In Canada, in the days leading up to Christmas, food was bought both for "réveillon" and for Christmas dinner. Grocers inserted lavish advertisements in newspapers to publicize their products and to attract as many customers as possible.

In the 1860s, some merchants decorated the inside of their shops with holly garlands and dried flowers to create a holiday atmosphere. Some who were shrewder than others went so far as to offer a free gift to all their customers: holly leaves or mistletoe balls. As the orders flooded in, grocers hastened to increase the number of delivery vans to satisfy their customers’ needs. A large variety of food was offered for sale at this period, including much fresh fruit: oranges, lemons, limes, grapes, figs and plums. There were also cheeses imported from Europe and the United States, fruit pies, and for wealthier customers, Russian caviar or game from England.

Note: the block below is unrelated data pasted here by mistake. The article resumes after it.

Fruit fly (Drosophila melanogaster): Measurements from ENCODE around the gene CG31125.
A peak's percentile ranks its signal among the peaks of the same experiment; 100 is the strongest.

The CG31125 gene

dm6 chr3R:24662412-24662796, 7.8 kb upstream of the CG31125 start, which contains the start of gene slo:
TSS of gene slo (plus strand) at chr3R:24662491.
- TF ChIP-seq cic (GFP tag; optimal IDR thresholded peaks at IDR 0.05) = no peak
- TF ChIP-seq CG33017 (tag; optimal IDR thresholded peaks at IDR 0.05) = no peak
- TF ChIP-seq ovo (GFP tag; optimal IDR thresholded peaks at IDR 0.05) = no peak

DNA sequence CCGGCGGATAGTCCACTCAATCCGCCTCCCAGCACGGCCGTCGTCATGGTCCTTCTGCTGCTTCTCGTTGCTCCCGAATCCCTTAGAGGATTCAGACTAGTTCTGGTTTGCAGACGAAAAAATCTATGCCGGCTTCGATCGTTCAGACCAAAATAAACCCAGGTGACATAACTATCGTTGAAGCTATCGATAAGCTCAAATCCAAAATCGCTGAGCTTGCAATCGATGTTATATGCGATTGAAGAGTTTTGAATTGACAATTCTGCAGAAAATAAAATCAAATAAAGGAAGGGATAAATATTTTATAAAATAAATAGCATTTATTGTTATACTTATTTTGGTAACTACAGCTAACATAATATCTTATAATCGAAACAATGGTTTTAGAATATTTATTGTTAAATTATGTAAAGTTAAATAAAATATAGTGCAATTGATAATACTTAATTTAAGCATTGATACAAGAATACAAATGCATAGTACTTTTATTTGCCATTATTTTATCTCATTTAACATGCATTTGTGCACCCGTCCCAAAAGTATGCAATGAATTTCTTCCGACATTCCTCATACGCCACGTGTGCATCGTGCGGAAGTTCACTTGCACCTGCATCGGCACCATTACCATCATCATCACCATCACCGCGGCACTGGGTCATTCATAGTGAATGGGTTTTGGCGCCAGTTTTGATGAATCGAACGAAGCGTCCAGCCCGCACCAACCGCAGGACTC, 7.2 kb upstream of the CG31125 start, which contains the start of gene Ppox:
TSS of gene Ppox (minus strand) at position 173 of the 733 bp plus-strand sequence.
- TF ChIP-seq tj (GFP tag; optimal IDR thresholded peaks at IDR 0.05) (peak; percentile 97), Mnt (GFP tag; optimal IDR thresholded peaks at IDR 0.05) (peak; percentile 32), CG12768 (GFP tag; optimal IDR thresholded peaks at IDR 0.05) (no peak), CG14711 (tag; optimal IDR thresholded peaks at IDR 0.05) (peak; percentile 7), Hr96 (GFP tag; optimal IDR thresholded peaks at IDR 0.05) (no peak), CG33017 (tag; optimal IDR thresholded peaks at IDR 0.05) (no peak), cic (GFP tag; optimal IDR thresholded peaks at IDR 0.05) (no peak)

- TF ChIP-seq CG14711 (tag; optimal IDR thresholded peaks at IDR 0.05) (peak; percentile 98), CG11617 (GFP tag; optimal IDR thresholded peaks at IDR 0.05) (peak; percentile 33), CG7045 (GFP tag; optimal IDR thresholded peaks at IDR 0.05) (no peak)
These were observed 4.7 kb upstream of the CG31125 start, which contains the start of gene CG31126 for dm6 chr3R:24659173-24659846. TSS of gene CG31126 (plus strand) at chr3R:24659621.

All kinds of already prepared or tinned food were also available, like tomato (a novelty) or turtle soup, or different pâtés made from liver, duck, snipe and shrimp. Nor was there any lack of variety in the drinks on offer. Wines from Bordeaux, Burgundy, Sauternes, Champagne, Rhine wines, Port and Madeira were in good supply as well as fine liqueurs imported from France and of course porter and ale from the United Kingdom.
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